There has long been interest in using magnetic resonance imaging, MRI, to guide less-invasive medical procedures. M.D.-Ph.D. candidate Lorne Hofstetter has developed an electric-motor design that can operate near patients while an MRI scanner is acquiring images. The absence of magnetic parts is necessary to prevent the motor from becoming a dangerous projectile near the strong magnetic field of an MRI.
“What excites me about this research is there are no magnetic components in this motor, and yet it can still produce motion to control robotic systems,” Hofstetter explained.
By removing the magnetic parts from his motor, his invention uses the superconducting magnetic field of the MRI scanner to produce controlled motion. Hofstetter believes this technology will enable the precision of robotics to be combined with the real-time, 3D visualization capabilities provided by the MRI. His goal is to improve patient care by enabling more precise and less invasive treatment options.
Hofstetter conceived this invention while listening to an unrelated talk on wireless power transfer at a medical conference. This was when he first recognized the components of an MRI could interact with a separate assembly to act as a motor.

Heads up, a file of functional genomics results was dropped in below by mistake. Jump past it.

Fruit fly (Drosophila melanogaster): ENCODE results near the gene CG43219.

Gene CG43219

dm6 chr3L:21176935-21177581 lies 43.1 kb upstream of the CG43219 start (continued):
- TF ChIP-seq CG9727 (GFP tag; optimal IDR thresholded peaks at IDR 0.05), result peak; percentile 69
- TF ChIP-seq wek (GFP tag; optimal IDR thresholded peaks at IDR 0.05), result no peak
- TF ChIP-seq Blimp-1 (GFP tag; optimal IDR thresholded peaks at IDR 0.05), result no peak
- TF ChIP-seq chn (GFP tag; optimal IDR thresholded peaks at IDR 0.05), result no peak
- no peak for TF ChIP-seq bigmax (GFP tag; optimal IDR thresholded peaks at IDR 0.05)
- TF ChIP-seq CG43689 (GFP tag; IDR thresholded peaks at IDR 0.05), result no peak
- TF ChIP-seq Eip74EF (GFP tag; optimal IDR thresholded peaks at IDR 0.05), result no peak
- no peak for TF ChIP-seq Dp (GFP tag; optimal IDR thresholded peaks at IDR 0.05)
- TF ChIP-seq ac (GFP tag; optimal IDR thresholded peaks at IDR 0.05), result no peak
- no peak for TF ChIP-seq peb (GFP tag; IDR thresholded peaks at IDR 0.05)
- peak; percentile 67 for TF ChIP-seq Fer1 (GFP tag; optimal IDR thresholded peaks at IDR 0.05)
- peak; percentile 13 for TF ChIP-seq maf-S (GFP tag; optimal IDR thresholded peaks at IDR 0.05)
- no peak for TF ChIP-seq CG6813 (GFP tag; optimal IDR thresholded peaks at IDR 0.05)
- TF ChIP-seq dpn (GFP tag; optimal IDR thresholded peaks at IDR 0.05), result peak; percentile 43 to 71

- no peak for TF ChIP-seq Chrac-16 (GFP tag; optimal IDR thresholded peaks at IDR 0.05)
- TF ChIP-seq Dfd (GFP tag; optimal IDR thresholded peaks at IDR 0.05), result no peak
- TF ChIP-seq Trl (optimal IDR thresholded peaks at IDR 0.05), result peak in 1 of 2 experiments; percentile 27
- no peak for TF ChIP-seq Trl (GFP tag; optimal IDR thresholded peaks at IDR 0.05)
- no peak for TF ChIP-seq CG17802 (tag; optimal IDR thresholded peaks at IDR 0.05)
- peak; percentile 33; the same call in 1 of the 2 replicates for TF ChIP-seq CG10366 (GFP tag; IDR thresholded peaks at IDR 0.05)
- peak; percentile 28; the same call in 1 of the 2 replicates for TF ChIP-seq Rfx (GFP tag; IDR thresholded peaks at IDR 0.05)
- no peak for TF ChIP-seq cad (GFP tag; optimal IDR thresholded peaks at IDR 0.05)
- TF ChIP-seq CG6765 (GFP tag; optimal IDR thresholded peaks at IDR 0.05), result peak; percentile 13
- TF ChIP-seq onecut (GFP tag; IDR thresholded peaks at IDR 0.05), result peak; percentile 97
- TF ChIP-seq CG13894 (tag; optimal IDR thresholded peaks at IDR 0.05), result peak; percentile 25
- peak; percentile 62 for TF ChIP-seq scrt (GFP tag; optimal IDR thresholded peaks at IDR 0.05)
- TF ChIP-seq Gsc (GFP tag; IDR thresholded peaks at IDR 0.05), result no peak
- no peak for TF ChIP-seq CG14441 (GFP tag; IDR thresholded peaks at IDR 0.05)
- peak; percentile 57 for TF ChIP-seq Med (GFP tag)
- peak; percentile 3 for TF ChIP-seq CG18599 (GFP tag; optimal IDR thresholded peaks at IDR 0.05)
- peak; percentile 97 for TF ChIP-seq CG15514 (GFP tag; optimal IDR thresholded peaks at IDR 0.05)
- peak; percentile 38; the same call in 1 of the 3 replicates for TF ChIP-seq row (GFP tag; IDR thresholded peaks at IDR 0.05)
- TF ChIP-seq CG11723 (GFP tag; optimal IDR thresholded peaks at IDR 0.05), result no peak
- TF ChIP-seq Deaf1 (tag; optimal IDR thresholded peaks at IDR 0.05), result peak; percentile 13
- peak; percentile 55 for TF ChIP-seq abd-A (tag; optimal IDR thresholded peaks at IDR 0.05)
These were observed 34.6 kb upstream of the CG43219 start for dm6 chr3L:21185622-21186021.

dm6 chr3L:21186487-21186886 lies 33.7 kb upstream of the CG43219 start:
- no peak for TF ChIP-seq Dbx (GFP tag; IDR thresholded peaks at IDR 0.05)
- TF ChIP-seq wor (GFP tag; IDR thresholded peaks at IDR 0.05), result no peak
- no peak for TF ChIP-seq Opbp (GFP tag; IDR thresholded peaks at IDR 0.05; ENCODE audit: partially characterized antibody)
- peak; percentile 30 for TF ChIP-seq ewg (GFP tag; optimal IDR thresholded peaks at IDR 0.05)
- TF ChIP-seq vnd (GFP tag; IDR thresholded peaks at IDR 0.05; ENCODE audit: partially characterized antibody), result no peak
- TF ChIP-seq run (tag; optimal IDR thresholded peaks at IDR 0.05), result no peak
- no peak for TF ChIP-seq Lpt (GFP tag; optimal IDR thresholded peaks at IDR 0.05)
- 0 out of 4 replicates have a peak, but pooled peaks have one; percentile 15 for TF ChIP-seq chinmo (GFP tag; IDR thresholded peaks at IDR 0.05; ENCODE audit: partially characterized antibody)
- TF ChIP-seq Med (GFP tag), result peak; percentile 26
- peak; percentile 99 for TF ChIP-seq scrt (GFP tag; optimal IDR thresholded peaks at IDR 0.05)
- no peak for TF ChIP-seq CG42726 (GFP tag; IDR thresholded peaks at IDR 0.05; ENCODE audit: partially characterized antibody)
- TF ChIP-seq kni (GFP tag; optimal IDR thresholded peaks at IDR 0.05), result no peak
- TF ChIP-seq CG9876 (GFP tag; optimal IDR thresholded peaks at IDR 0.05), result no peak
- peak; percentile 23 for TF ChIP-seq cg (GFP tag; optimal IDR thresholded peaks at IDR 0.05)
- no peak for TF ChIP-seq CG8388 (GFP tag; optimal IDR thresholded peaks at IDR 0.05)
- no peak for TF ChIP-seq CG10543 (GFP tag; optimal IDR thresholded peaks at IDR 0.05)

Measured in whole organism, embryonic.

For more than a year Hofstetter has worked to develop his prototypes, using an assembly of permanent magnets in his garage to simulate the magnetic field of an MRI. Despite the challenges of going from an early stage foundational technology to clinical use, Hofstetter’s vision for his work pushes him to continue forging forward.
“That is what inspires me — this technology will be important, and I can see a lot of potential uses for it. I am working to overcome some of the technical hurdles so that it becomes a reality,” he said.
Find this article and a lot more in the 2022 “Student Innovation @ the U” report. The publication is presented by the Lassonde Entrepreneur Institute to celebrate student innovators, change-makers, and entrepreneurs.